The December 2007 storm, otherwise known as the Great Coastal Gale of 2007, was a series of extratropical cyclones that brought highly unprecedented wind speeds and precipitation to the Oregon and Washington coasts of the United States.

A storm hindcast using the coupled Advanced Circulation (ADCIRC) and Simulating Waves Nearshore (SWAN) models was conducted within Tillamook Bay Oregon, from 28 November to 5 December 2007. ADCIRC computes two-dimensional circulation forced by astronomic tides, streamflow, and storm surge, while SWAN solves the wave action density equations for radiation stresses. Modeled non-tidal residuals were compared to observed data collected by the National Oceanic and Atmospheric Administration at the Garibaldi, Oregon, tide gauge station. The relative contributions of meteorological forcing, offshore waves, and streamflow to storm tides were next assessed at four locations of interest within and outside the estuary by conducting a set of model runs where each major process was omitted in turn. The dominant mechanism for storm tides in the estuary was offshore wave breaking. Streamflow, locally (in estuary) generated waves, and locally generated surge led to minor variations in storm tides in the estuary.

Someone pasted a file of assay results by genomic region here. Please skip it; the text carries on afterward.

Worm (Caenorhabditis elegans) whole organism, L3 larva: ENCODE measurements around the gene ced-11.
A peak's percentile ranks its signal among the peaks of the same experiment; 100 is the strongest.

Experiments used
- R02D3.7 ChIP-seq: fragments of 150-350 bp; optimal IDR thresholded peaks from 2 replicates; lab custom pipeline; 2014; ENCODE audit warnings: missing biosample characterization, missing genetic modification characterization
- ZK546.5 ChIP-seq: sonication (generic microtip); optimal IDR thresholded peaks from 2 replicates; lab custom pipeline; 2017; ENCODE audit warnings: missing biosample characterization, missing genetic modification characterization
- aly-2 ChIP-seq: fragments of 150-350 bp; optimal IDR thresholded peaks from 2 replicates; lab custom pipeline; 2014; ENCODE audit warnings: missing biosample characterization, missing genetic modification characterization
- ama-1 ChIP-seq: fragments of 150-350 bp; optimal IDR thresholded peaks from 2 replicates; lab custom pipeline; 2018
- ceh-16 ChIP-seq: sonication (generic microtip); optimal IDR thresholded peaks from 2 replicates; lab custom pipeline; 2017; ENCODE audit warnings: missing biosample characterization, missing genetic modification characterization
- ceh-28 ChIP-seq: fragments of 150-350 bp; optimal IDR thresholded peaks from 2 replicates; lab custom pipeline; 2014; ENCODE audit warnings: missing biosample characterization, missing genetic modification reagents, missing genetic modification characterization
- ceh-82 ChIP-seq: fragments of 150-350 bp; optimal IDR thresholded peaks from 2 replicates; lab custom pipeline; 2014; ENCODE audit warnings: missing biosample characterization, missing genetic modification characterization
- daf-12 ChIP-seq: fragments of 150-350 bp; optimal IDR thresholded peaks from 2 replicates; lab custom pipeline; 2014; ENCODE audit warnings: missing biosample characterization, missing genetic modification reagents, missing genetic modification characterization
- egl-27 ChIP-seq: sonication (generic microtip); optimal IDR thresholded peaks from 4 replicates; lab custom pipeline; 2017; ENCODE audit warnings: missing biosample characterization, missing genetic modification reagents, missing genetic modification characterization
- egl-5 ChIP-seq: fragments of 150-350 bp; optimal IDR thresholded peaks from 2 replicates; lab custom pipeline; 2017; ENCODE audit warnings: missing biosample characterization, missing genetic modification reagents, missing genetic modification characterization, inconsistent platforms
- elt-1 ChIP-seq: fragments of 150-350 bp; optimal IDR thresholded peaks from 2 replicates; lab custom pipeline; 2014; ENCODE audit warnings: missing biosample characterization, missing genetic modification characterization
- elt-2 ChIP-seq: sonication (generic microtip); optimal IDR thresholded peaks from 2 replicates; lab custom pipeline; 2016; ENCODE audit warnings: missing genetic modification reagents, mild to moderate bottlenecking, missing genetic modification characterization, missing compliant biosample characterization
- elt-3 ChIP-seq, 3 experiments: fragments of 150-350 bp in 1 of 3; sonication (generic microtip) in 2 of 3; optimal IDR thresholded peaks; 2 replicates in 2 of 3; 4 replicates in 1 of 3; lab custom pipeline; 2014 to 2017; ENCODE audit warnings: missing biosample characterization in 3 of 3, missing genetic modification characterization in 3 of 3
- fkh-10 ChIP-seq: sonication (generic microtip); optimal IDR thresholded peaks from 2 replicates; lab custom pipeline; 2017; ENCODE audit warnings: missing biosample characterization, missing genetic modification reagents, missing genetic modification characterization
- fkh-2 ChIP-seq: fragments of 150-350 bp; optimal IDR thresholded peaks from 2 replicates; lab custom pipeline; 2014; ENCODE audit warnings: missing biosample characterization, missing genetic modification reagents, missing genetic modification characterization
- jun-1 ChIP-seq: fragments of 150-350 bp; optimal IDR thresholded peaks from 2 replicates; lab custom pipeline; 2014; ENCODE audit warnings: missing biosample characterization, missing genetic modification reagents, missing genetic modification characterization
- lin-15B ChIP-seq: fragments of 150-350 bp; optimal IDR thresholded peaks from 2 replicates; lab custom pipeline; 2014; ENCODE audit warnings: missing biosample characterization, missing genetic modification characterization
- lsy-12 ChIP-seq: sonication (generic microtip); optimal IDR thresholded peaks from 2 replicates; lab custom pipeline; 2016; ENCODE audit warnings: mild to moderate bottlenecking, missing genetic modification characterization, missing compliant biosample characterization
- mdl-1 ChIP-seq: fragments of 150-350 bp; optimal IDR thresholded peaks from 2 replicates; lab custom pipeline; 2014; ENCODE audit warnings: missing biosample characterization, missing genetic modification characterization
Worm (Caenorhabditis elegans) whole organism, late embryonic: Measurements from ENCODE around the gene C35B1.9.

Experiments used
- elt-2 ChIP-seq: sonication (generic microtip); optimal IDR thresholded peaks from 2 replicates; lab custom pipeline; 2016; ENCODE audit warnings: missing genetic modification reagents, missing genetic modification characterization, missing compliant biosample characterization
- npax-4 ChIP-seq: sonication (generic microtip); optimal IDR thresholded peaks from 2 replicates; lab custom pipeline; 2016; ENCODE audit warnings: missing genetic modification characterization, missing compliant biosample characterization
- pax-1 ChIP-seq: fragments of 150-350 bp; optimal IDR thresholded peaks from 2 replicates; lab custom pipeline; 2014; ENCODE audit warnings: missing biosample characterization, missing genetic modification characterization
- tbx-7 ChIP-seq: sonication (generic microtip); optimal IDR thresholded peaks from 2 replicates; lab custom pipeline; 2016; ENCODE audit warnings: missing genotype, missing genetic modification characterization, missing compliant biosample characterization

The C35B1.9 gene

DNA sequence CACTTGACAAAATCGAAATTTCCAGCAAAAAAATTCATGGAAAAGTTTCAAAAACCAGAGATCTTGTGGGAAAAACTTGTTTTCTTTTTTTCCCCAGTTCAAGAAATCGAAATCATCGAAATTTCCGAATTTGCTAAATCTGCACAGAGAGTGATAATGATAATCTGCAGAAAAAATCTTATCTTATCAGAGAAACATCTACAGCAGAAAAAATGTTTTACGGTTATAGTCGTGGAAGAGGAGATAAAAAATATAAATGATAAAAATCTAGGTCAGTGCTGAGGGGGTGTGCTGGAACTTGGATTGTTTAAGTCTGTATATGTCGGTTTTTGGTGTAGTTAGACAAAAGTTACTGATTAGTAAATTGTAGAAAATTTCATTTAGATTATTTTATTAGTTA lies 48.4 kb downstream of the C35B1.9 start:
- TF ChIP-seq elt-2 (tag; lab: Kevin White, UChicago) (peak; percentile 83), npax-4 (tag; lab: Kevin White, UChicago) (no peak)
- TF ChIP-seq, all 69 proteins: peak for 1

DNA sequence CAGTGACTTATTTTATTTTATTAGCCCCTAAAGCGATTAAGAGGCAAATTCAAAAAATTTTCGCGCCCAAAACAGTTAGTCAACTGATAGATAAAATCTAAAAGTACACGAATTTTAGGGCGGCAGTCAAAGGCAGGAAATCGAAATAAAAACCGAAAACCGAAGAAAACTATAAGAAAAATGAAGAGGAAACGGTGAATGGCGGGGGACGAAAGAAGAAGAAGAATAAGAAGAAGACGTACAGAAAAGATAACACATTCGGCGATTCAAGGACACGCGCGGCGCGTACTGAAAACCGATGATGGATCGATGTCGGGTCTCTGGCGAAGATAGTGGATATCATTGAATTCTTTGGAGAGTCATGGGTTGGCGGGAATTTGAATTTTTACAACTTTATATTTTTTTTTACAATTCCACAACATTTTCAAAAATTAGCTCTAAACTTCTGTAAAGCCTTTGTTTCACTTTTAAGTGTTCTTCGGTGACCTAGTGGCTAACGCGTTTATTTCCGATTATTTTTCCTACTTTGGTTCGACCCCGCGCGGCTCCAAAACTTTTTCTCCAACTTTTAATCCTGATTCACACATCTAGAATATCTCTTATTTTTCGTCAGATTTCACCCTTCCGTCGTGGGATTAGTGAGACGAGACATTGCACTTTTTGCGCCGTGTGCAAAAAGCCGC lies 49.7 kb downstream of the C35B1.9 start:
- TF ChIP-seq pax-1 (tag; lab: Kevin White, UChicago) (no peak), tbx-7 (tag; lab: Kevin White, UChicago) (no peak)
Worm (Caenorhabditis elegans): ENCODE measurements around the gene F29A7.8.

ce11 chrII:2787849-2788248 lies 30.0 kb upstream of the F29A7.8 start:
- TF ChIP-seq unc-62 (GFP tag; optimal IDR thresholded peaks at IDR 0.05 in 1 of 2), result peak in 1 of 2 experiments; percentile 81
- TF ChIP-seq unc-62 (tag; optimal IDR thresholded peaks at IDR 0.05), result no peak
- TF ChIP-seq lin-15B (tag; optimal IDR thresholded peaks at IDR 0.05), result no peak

Authors: 
Cheng, T. K., D. F. Hill, and W. Read
Short Description: 
Streamflow, locally (in estuary) generated waves, and locally generated surge led to minor variations in storm tides in the Tillamook Bay estuary.
Product Number: 
ORESU-R-15-005
Entry Date: 
Thursday, June 18, 2015
Price: 
NA
Length: 
17 pages
Size and Format: 
8.5 x 11, online
Source (Journal Article): 
Journal of Coastal Research, 31(3): 723-734, 2015
DOI Number (Journal Article): 
10.2112/JCOASTRES-D-14-00120.1
Year of Publication: 
2015
How to Order: 

Available upon request.